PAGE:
NRC seeks comments on new fee schedule for FY 2024

February 22, 2024, 3:00PMNuclear News

The Nuclear Regulatory Commission is asking for feedback on proposed changes to the annual, licensing, inspection, and special projects fees for fiscal year 2024.

The proposed fee rule, published February 20 in the Federal Register, is based on the FY 2024 Congressional Budget Justification as a full-year appropriation, but it has not yet been enacted. The final rule will be based on the NRC’s actual appropriation, and the agency will update the final fee schedule as appropriate.

Detailed instructions on how to submit written comments are found on the Federal Register website, and comments will be accepted through March 21.

Why the changes? Under the Nuclear Energy Innovation and Modernization Act (NEIMA), enacted in January 2019, the NRC is required to recover nearly its full budget beginning with FY 2024—which for the federal government runs from October 2023 through September 2024.

The bipartisan bill aims to make the NRC’s fee collection more transparent and predictable. It caps NRC fees (adjusted for inflation) for existing reactors and requires the NRC to improve the efficiency of uranium recovering licensing.

It also directs the NRC to establish advanced reactor licensing framework by 2027, a move lauded by many nuclear supporters who want to see more urgency in bringing next-generation nuclear plants on line. Under the bill, the NRC must establish performance metrics and report to Congress to improve transparency and streamline its decision-making process.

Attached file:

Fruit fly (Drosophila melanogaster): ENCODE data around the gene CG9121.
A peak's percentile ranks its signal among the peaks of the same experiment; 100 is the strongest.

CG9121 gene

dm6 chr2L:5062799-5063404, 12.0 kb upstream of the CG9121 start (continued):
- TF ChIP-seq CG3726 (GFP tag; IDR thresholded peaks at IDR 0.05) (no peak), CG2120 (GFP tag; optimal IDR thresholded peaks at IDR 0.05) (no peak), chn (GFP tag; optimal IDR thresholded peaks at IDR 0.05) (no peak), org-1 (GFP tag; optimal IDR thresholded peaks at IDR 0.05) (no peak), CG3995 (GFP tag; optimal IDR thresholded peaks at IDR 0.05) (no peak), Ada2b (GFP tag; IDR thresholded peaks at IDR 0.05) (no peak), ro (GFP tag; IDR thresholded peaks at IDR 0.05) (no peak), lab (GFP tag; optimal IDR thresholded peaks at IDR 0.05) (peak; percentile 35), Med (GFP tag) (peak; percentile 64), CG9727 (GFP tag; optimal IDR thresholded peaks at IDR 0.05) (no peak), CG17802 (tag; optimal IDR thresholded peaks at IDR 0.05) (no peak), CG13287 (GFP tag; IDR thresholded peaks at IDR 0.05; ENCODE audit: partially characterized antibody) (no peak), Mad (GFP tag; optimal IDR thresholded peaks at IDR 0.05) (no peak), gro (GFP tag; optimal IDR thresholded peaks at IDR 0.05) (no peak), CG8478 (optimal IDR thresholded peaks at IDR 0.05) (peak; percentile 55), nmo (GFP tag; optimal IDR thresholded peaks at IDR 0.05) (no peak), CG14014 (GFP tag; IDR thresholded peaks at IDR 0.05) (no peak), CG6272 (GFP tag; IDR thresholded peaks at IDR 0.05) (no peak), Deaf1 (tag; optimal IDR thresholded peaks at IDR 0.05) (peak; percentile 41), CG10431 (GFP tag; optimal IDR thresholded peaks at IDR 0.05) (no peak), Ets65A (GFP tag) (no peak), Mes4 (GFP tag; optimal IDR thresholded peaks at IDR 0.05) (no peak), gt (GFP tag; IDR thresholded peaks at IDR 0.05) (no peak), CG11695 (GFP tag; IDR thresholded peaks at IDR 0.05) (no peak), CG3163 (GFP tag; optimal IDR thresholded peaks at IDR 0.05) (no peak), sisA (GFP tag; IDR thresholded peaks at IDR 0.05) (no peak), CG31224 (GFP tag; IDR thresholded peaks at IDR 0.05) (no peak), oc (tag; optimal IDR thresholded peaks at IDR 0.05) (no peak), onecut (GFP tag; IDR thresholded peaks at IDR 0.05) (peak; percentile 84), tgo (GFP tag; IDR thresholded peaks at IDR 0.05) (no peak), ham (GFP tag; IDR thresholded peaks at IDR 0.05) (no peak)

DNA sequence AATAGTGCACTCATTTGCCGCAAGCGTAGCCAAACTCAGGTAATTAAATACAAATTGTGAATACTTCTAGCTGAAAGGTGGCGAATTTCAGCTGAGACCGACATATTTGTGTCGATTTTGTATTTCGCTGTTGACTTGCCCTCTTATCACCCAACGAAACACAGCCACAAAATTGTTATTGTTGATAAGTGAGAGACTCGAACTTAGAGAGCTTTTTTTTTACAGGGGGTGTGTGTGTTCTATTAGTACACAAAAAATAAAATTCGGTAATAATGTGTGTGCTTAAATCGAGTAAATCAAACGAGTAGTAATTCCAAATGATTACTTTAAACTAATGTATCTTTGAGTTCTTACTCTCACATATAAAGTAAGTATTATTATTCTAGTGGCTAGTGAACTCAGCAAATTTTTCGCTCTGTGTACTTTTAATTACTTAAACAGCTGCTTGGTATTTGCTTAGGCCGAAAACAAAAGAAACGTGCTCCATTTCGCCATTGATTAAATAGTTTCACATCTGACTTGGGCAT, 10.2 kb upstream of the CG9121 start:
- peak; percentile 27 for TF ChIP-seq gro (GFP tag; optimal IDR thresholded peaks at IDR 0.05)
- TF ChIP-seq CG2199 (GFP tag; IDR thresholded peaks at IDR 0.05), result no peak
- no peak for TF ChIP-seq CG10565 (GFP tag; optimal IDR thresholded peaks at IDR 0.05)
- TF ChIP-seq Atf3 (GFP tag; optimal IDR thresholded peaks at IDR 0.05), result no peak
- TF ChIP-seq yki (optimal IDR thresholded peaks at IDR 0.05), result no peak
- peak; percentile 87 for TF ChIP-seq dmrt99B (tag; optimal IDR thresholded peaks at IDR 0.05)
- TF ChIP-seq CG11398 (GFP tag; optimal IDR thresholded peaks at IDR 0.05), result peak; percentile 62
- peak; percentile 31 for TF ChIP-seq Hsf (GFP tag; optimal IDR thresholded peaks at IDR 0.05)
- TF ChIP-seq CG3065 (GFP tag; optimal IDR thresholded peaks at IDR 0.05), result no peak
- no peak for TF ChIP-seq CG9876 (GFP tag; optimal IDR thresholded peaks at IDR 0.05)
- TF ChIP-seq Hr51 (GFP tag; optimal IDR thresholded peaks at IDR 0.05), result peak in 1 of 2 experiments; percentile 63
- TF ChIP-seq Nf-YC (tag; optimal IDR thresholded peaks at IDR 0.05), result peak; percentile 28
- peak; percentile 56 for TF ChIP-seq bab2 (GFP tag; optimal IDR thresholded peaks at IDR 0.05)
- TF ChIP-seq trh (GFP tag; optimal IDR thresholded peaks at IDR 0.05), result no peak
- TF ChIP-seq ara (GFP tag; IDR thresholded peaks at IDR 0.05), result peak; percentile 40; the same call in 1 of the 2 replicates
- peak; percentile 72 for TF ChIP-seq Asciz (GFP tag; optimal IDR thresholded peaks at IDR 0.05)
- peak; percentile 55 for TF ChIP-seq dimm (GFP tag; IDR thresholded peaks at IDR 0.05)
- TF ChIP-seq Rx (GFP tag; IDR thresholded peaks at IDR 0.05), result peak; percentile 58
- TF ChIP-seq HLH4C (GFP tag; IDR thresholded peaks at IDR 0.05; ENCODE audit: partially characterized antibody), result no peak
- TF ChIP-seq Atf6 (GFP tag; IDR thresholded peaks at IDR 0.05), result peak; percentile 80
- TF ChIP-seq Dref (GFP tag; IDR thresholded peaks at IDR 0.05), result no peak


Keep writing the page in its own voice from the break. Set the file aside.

By the numbers: After accounting for the exclusions from the fee recovery requirement and net billing adjustments, the NRC must generate approximately $825.7 million in fees in FY 2024, according to an agency news release.

The NRC’s proposed FY 2024 budget is approximately $1.01 billion. The agency is looking to use $27.1 million in carryover funds, which leaves it responsible for recovering $979.2 million in fees. This amount is an increase of $52.1 million from FY 2023.

Of this amount, the NRC estimates that the following:

Other changes are listed below:

  • Compared with FY 2023, the proposed annual fees would decrease for the operating power reactors fee class. This fee does not exceed the cap established by NEIMA legislation.
  • Proposed annual fees would increase for fuel facilities, spent fuel storage/reactor decommissioning activities, nonpower production or utilization facilities, transportation activities for the U.S. Department of Energy, the non-DOE uranium recovery licensee, the Uranium Mill Tailings Radiation Control Act Program, and all materials users fee categories.
  • Licensees and applicants would face a higher hourly rate for services—increased from $300 to $321—and license application fees would be adjusted accordingly.
  • The NRC’s payment methods would be amended to align with the U.S. Department of the Treasury’s “no-cash no-check” policy to remove paper forms of payment and provide that payments be made electronically using the methods accepted at

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